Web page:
Who are we Indians? And what are our origins? The most fought-over question in Indian history is slowly, but surely, getting answered. Did the Aryans, who composed Sanskrit and Hinduism’s oldest religious texts, the Vedas, come into India sometime between 2000 BC – 1500 BC? New DNA evidence based study has made scientists say yes, they did. Which means they are not native to India. Latest research using ancient DNA is rewriting prehistory in India and shows that our civilisation is the result of multiple ancient migrations.
Tony Joseph, whose Early Indians is anchored in genetics, traces our ancestors and points out that the history of India’s population is like a pizza. The base was composed of the earliest migrants from Africa, and layers and toppings of various thickness and consistency have been added by subsequent migrations. There were four major classes of migrations that were responsible for shaping a lot of India and the world’s demography.
The 4 classes of migrations
- ‘Out-of-Africa’ Migration: This happened about 70,000 years ago when a small subset of the then existing African population moved into the Arabian peninsula and went to populate the rest of the world. The answer to the questions – who were the first Indians, who were the first Japanese, who were the first Australians, who were the first Americans, who were the first Europeans – is all more or less the same. They were all ‘out of Africa’ migrants.
- The Glacial Age intervened the ‘out-of-Africa’ migration and much of the world became uninhabitable for thousands of years. During this period, these groups of modern humans got separated from each other. After the Glacial Age ended, the modern human populations began to experiment with agriculture such that they could become farmers from hunter-gatherers. The result was a population explosion, because settled farming populations grow at a much faster rate than hunter-gatherer populations do, which then result in further migrations. The driving force in this case was human mastery over nature.
- The third class began when a modern human population group in Central Asia figured out how to ride a horse and then combined it with their existing mastery over metallurgy. This gave them a mobility that no other modern population group then could even think of. They changed the demography of Central Asia itself, and moved to Europe, West Asia, South Asia and all the way up to China.
- The fourth class of migrations were colonial migrations. Some modern human population groups in Europe figured out how to travel large distances over the seas in steam ships, went into already populated regions and changed the demography.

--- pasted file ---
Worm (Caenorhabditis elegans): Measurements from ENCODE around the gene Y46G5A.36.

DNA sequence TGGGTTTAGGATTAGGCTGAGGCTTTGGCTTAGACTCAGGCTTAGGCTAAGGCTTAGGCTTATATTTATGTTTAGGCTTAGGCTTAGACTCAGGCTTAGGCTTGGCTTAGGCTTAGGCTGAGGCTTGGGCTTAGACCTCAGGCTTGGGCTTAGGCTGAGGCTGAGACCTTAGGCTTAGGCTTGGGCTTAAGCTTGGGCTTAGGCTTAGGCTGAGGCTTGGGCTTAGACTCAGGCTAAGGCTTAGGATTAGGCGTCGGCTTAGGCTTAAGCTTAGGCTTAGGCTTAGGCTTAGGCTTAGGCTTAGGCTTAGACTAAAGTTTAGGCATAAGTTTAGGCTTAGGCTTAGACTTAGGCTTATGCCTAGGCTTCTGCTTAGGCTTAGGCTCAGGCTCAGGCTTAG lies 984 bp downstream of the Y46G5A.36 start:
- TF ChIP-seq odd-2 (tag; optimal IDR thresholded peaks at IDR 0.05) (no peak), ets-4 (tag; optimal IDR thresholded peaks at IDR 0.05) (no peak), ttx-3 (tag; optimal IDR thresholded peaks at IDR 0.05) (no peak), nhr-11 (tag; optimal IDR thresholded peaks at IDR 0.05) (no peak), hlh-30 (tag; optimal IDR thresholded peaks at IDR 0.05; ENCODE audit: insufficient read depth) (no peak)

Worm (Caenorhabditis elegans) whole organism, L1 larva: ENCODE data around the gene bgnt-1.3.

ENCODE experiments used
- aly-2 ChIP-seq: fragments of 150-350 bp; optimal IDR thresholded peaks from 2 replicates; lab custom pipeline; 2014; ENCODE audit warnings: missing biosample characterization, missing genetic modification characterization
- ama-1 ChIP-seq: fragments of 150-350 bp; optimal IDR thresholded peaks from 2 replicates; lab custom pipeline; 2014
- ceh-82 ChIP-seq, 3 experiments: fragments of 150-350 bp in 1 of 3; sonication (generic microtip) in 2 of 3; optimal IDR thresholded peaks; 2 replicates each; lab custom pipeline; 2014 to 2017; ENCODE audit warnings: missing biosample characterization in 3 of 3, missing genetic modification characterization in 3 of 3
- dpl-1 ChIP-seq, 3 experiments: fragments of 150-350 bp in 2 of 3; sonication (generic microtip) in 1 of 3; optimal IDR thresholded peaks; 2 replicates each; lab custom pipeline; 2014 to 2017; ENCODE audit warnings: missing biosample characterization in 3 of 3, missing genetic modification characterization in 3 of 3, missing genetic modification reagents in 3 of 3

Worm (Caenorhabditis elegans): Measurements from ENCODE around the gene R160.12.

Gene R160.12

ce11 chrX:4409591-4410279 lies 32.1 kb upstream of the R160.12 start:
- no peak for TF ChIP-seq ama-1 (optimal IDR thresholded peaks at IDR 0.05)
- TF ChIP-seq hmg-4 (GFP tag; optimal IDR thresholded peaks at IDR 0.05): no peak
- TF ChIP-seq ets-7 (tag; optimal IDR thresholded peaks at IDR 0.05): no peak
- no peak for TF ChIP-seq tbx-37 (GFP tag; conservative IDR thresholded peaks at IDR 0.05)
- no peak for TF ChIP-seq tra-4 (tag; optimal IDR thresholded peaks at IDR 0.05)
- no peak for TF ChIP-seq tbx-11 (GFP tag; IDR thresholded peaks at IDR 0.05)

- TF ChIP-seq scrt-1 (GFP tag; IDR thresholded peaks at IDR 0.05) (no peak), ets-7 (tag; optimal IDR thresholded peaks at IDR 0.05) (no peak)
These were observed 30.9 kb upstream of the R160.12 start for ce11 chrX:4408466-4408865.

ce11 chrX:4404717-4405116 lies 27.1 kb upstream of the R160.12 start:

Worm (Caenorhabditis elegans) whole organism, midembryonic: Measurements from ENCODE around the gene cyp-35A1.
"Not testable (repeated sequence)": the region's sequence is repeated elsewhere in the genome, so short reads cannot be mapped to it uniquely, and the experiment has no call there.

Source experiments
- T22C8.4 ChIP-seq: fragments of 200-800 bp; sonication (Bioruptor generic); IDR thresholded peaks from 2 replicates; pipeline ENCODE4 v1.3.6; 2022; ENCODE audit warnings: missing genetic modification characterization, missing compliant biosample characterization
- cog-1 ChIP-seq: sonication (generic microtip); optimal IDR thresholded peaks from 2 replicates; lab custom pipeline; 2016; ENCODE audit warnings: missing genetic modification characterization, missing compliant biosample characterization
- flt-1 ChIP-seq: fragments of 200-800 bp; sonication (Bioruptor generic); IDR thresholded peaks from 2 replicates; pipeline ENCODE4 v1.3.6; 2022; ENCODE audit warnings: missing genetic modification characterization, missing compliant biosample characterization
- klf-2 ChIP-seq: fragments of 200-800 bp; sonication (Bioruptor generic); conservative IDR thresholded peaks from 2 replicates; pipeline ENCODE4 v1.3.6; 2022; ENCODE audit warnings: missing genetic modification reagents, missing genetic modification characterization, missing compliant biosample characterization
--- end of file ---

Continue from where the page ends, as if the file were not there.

How the Genetic Pizza of India (really South Asia) came into being
- The foundation or the ‘base’ of the pizza is the ancestry of First Indians, who came to India 65,000 years ago – these were the out-of-Africa migrants, who went on to populate the rest of the world. The ‘sauce’ is made up of Harappans. The Harappan civilisation was created by a mixed population of First Indians and West Asian migrants, who reached India 9,000 years ago. In many ways, it’s the Harappans who are the cultural glue that holds us together.
- The ‘cheese’ are the Aryans who arrived in India between 2000 BCE and 1000 BCE, that is about 4,000 or 3,000 years ago, from the Central Asian Steppe region, the areas that would be known as Kazakhstan. They were more prominent in North India than in South India. But they spread across the Indian subcontinent in various proportions.
- The ‘toppings’ are other migrations that brought other components of Indian civilisation. Most of all, the Austroasiatic language-speakers. But it’s the first four migrations that have essentially formed the bulk of the Indian population.
- The cheese and the toppings are not uniform across different slices. Some slices have an extra topping of tomato, some have more capsicum and others a lot of mushroom. The sauce, the cheese or the toppings that you find on this Indian pizza are not unique; these are found in other parts of the world too – some in West Asia, some in Southeast Asia and some in Europe and Central Asia. But the base of the pizza is unique to India – you will not find another one like it anywhere else in the world. And neither will you find a pizza with this level of diversity in any place other than Africa.
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